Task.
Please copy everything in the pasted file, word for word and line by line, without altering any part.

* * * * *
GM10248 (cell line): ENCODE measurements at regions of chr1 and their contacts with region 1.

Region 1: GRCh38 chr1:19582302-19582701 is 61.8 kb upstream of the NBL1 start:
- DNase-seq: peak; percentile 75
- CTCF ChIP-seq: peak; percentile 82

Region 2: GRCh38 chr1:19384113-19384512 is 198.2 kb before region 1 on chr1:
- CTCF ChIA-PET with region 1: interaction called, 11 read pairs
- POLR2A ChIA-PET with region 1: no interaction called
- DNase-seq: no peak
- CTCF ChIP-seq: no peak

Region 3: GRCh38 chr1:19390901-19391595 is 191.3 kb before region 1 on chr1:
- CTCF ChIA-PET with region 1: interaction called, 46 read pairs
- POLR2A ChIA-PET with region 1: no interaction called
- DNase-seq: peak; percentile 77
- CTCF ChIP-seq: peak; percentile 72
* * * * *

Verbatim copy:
GM10248 (cell line): ENCODE measurements at regions of chr1 and their contacts with region 1.

Region 1: GRCh38 chr1:19582302-19582701 is 61.8 kb upstream of the NBL1 start:
- DNase-seq: peak; percentile 75
- CTCF ChIP-seq: peak; percentile 82

Region 2: GRCh38 chr1:19384113-19384512 is 198.2 kb before region 1 on chr1:
- CTCF ChIA-PET with region 1: interaction called, 11 read pairs
- POLR2A ChIA-PET with region 1: no interaction called
- DNase-seq: no peak
- CTCF ChIP-seq: no peak

Region 3: GRCh38 chr1:19390901-19391595 is 191.3 kb before region 1 on chr1:
- CTCF ChIA-PET with region 1: interaction called, 46 read pairs
- POLR2A ChIA-PET with region 1: no interaction called
- DNase-seq: peak; percentile 77
- CTCF ChIP-seq: peak; percentile 72